Keep in mind as well that the brutal summer of 2019 is guaranteed to prove anything but “the new normal.” In fact, there can be no new normal as long as those greenhouse gases continue to pour into the atmosphere.  Admittedly, we humans are a notoriously clever species. Who could doubt that, if we ever truly mobilized, launching the equivalent of World War II’s Manhattan Project that produced the first atomic bomb — the other way we’ve found to asteroid ourselves to death — something might indeed happen? Various methods might be found to deal with or sequester carbon emissions, while far more effort might be put into developing non-carbon-emitting forms of energy. 

In the meantime, from Donald Trump and Jair Bolsonaro to the CEOs of all those fossil-fuel companies, we’re still left with the pyromaniacs largely in charge. If they have their way, they will undoubtedly take their pleasures and profits and not give a damn about turning much of this world into an oven for the Greta Thunbergs of the future.

Think of this as a planet on the precipice. If Pyromaniacs, Inc., succeeds, if the arsonists are truly able to persevere, there will have been no crime like this in history, none at all.

On the Precipice

I, Winston Smith… I mean, Tom Engelhardt… have not just been reading a dystopian novel, but, it seems, living one — and I suspect I’ve been living one all my life.

Yes, I recently reread George Orwell’s classic 1949 novel, 1984. In it, Winston Smith, a secret opponent of the totalitarian world of Oceania, one of three great imperial superpowers left on planet Earth, goes down for the count at the hands of Big Brother. It was perhaps my third time reading it in my 75 years on this planet.

Since I was a kid, I’ve always had a certain fascination for dystopian fiction. It started, I think, with War of the Worlds, that ur-alien-invasion-from-outer-space novel in which Martians land in southern England and begin tearing London apart. Its author, H.G. Wells, wrote it at the end of the nineteenth century, evidently to give his English readers a sense of what it might have felt like to be living in Tasmania, the island off the coast of Australia, and have the equivalent of Martians — the British, as it happened — appear in your world and begin to destroy it (and your culture with it).

I can remember, at perhaps age 13, reading that book under the covers by flashlight when I was supposed to be asleep; I can remember, that is, being all alone, chilled (and thrilled) to the bone by Wells’ grim vision of civilizational destruction. To put this in context: in 1957, I would already have known that I was living in a world of potential civilizational destruction and that the Martians were here. They were then called the Russians, the Ruskies, the Commies, the Reds. I would only later grasp that we (or we, too) were Martians on this planet.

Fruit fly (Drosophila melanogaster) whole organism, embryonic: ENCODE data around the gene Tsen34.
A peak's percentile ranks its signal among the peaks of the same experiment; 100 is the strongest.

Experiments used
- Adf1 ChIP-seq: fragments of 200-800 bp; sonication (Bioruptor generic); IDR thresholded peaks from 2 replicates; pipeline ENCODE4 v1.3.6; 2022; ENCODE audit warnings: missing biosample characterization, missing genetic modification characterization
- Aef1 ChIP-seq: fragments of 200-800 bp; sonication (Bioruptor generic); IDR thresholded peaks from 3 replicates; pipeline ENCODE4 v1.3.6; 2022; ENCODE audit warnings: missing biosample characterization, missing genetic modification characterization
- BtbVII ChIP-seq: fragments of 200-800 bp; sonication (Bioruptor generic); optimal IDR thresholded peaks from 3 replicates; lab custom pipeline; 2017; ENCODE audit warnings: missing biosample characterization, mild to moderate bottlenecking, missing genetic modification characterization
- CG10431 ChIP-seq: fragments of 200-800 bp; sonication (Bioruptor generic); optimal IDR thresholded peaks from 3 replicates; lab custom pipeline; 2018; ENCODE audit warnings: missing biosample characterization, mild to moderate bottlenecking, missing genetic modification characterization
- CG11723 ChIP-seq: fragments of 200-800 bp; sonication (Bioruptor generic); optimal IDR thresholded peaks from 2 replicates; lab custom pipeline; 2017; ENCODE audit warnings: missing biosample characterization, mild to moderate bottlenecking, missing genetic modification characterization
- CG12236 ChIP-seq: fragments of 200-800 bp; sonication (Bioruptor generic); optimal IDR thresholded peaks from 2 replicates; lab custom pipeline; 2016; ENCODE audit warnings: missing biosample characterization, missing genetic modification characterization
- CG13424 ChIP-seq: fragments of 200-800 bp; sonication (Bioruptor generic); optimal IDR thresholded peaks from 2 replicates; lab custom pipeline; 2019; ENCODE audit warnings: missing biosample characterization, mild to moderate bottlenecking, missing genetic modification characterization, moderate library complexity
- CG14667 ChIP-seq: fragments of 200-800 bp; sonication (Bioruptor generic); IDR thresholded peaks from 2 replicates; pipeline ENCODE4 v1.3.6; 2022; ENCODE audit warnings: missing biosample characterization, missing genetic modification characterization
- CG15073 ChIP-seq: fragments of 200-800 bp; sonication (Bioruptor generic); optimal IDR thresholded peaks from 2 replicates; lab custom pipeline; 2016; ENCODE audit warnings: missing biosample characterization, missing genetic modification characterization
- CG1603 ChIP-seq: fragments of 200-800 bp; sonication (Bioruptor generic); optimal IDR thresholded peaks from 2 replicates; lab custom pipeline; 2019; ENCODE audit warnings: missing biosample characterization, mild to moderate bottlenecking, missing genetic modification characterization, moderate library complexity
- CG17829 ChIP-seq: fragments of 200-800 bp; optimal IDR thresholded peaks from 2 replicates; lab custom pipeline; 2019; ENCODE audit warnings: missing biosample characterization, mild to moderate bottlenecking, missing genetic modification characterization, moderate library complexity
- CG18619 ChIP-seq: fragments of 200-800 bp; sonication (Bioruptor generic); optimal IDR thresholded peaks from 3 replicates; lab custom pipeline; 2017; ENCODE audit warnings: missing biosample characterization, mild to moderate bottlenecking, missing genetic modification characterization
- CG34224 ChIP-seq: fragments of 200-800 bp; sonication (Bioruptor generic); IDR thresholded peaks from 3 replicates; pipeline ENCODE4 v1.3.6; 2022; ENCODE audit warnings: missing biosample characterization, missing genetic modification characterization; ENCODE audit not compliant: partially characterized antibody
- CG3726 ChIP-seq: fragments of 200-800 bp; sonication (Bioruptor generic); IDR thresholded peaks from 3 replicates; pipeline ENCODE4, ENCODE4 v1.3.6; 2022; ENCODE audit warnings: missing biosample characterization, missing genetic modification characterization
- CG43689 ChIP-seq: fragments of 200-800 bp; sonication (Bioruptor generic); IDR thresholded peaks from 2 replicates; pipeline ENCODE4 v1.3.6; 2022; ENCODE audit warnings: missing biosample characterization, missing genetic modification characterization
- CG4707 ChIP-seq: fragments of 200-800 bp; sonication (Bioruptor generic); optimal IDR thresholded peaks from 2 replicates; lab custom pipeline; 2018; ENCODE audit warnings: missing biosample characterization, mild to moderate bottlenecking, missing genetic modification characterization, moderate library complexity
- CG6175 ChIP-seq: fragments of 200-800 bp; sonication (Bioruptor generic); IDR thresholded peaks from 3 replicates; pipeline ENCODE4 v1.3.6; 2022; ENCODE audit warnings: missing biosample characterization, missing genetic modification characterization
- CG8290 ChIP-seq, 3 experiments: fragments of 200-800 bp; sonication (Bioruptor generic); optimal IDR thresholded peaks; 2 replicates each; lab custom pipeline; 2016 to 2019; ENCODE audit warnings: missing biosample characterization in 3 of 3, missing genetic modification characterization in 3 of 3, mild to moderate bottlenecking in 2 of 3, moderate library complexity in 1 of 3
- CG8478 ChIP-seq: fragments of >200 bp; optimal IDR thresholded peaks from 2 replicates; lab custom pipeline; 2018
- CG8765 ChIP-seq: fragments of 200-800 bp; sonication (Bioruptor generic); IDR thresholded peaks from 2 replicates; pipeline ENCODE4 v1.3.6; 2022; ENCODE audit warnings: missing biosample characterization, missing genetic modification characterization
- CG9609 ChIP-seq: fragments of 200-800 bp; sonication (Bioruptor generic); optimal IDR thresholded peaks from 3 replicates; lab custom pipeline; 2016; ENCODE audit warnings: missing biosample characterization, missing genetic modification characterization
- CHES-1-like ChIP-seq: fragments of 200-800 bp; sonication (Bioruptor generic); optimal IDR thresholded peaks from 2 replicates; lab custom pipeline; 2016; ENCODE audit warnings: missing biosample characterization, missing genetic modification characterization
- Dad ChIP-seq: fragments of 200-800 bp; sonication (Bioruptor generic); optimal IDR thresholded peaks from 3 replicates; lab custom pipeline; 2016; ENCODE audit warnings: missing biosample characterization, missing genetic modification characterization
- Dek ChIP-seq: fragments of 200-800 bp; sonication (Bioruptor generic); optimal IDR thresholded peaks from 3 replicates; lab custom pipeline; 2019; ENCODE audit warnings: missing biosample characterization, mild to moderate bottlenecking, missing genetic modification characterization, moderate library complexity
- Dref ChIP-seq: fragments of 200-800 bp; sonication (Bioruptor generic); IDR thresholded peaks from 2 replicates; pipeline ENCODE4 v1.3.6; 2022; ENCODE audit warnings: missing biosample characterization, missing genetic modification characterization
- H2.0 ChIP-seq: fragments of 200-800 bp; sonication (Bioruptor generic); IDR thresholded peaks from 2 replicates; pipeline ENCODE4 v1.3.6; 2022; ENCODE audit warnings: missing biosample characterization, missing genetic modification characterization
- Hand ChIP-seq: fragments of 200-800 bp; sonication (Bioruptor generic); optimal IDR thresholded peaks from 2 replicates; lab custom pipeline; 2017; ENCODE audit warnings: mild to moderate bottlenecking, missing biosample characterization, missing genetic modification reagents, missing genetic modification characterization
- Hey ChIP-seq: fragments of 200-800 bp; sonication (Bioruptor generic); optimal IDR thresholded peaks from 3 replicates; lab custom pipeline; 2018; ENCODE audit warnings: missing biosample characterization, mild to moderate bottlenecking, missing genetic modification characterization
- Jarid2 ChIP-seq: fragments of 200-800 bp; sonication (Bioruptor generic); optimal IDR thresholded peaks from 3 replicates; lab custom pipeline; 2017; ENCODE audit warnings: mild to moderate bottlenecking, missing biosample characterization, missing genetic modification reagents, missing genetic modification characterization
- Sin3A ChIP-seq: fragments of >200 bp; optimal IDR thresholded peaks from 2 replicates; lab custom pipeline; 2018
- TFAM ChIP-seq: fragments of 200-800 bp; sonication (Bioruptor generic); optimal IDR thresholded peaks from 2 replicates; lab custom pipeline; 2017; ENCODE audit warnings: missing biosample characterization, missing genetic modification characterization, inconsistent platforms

The world I inhabited was, of course, a post-Hiroshima, post-Nagasaki one. I was born on July 20, 1944, just a year and a few days before my country dropped atomic bombs on those two Japanese cities, devastating them in blasts of a kind never before experienced and killing more than 200,000 people. Thirteen years later, I had already become inured to scenarios of the most dystopian kinds of global destruction — of a sort that would have turned those Martians into pikers — as the U.S. and the Soviet Union (in a distant second place) built up their nuclear arsenals at a staggering pace.

Nuclear obliteration had, by then, become part of our everyday way of life. After all, what American of a certain age who lived in a major city can’t remember, on some otherwise perfectly normal day, air-raid sirens suddenly beginning to howl outside your classroom window as the streets emptied? They instantly called up a vision of a world in ashes. Of course, we children had only a vague idea of what had happened under those mushroom clouds that rose over Hiroshima and Nagasaki. As we huddled under our desks, hands over heads, “ducking and covering” like Bert the Turtle while a radio on the teacher’s desk blared Conelrad warnings, we knew enough, however, to realize that those desks and hands were unlikely to save us from the world’s most powerful weaponry. The message being delivered wasn’t one of safety but of ultimate vulnerability to Russian nukes. After such tests, as historian Stephen Weart recalled in his book Nuclear Fear, “The press reported with ghoulish precision how many millions of Americans ‘died’ in each mock attack.”